The consequence of last week’s leak of a draft Labour manifesto is that all eyes today have fallen on what was missing from the draft: the costings.
There is a very big assumption in Labour’s figures: that when you raise taxes you get all the extra revenue that you would expect to receive. The reality, of course, is that when you raise taxes you change people’s behaviour which might lead to them paying less tax. With a 45 per cent income tax levy above £80,000 and a 50 per cent rate over £123,000 higher rate taxpayers would have a greater incentive to find some way of avoiding tax – either by converting income into capital gains, shovelling more into their pensions – or by scarpering abroad. It is therefore rash to assume that these tax measures will bring in an extra £6.4 billion.
Even more doubtful is whether jacking up corporation tax would bring in an eyebrow-raising extra £19.4 billion. As for the £6.5 billion supposedly coming from anti-tax avoidance measures, good luck with them. Every chancellor tends to over-estimate how much tax can be raised from that quarter.
But disregarding these problems, does Labour’s manifesto really look like one to cheer the hearts of old socialists? This is a document which would deeply disappoint Robin Hood because while there are new tax measures aimed at the rich, many of the spending commitments would also disproportionately benefit the wealthy.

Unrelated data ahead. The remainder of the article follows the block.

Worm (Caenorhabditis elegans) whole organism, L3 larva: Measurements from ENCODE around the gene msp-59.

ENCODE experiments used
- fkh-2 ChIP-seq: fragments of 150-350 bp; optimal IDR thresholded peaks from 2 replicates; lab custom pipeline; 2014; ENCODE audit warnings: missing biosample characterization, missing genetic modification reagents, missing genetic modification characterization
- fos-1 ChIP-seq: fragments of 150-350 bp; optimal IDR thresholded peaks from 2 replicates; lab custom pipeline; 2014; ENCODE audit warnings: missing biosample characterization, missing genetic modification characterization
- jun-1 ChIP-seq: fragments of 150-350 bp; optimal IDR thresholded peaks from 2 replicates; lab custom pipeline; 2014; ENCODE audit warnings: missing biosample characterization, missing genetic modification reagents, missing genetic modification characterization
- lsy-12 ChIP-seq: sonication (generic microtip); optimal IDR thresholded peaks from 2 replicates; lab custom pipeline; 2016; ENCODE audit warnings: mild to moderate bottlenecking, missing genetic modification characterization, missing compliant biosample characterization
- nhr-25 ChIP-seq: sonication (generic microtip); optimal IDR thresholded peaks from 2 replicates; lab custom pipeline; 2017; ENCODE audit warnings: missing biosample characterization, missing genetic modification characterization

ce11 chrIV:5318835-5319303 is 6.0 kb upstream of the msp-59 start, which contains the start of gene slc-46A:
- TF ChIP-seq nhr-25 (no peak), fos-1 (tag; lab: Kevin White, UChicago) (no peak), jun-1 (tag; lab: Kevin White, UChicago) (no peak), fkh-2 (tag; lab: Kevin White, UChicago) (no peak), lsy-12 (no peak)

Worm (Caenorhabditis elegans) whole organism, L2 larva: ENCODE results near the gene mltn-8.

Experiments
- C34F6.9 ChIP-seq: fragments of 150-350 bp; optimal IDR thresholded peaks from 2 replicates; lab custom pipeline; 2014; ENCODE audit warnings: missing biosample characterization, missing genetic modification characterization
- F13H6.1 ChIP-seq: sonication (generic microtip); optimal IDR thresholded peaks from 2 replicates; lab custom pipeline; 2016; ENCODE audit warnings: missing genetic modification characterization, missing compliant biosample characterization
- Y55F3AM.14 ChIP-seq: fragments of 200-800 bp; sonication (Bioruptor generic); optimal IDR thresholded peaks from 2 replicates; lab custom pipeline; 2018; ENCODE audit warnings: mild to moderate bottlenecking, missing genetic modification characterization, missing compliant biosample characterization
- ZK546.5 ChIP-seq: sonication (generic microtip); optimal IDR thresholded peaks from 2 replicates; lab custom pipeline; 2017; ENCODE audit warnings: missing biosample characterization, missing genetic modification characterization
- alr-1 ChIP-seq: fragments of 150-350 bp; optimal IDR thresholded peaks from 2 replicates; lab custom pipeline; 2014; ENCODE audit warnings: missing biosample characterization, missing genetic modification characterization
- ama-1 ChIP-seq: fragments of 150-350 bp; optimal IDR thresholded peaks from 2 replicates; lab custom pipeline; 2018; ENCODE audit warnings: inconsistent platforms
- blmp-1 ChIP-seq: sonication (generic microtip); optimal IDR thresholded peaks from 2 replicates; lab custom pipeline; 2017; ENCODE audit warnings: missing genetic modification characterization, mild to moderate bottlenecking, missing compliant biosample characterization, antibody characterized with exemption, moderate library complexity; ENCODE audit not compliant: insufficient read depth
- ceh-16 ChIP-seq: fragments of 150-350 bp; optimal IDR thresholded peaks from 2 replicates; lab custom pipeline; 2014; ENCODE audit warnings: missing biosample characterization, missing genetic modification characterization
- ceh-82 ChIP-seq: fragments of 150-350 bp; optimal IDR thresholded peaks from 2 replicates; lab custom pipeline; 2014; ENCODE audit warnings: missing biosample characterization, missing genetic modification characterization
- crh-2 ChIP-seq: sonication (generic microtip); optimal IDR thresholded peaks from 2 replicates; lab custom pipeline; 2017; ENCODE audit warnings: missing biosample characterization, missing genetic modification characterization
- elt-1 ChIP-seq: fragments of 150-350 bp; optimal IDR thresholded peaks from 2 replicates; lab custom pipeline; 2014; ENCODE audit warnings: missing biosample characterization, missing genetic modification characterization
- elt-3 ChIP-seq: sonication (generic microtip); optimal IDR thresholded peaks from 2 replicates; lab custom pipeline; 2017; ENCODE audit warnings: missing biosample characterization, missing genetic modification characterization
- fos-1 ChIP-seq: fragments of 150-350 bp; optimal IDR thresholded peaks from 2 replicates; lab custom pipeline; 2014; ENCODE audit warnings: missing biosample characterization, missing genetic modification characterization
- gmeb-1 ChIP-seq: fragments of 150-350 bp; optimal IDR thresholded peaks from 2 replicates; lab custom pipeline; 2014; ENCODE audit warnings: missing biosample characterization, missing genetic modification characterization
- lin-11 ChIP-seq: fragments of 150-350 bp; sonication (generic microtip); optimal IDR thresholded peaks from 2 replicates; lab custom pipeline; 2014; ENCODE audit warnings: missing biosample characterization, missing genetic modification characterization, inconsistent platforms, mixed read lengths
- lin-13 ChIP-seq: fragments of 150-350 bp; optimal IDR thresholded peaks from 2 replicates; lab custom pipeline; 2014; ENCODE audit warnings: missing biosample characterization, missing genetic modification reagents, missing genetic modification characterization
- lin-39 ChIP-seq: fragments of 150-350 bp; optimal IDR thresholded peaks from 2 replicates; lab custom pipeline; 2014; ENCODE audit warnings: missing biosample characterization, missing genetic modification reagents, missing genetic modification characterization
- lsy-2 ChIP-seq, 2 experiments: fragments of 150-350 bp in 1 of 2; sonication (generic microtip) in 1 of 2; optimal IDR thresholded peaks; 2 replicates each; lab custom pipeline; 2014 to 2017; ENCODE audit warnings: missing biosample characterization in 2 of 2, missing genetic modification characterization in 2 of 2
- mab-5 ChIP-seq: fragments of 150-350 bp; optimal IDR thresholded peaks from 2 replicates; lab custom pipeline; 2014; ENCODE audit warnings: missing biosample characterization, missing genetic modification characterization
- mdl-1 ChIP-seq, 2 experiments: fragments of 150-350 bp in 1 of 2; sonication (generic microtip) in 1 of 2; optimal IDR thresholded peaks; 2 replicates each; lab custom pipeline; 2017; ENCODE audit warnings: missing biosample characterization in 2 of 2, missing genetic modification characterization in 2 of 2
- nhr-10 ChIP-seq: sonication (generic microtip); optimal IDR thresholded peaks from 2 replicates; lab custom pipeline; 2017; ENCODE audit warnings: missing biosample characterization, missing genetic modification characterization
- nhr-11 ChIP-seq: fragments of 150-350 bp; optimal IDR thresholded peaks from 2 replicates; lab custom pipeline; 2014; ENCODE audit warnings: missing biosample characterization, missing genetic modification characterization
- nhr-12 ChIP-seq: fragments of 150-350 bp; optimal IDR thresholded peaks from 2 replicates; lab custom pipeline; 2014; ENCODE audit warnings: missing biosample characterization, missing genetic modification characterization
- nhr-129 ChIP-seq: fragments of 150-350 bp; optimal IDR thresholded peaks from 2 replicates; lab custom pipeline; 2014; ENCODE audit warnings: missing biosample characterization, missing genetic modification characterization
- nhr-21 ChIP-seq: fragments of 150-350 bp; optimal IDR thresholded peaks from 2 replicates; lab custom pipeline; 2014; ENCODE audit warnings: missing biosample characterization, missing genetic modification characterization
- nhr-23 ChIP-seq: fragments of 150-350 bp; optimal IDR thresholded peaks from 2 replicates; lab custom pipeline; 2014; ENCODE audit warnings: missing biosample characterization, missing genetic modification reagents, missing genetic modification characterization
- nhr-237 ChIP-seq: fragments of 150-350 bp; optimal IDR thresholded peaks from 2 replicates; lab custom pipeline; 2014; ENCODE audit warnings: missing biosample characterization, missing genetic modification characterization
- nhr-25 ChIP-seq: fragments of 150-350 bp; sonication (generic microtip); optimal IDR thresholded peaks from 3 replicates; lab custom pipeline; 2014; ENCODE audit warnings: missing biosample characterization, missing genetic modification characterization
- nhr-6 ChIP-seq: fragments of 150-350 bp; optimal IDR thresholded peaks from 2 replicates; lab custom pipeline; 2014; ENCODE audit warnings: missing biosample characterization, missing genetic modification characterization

The single most expensive measure in Labour’s spending plans is abolishing university tuition fees – at a cost of £11.2 billion a year, more than twice the sum that Labour is planning to put into the NHS. The end of tuition fees would help some poor students, but it would help middle-class families more for the simple reason that their children are more likely to go to university. The same is true of the £300 million Labour is proposing to spend uprating the state pensions of Britons living overseas (along with other pension changes). This is surely a relatively wealthy, middle-class group of people.
Labour has earmarked another £6.1 billion for a school funding, which includes provision for free school meals for all pupils. Given that children from local income families already qualify for free school meals, this is a benefit which will go disproportionately to the well-off. As for lifting the pay cap on the public sector, much of the £4.0 billion allotted for this will surely disappear into the pockets of senior staff, who have a long record of awarding themselves fat pay rises while suppressing the wages of junior staff.
Labour will hose you – that is the message to the rich from Labour’s manifesto. But don’t worry too much: a fair wad of the extra tax you will be paying will find its way back into your pockets somehow. Corbyn isn’t so much interested in wealth redistribution as ensuring that we all have our fingers in the state pie.
Listen to Jeremy Corbyn's full speech: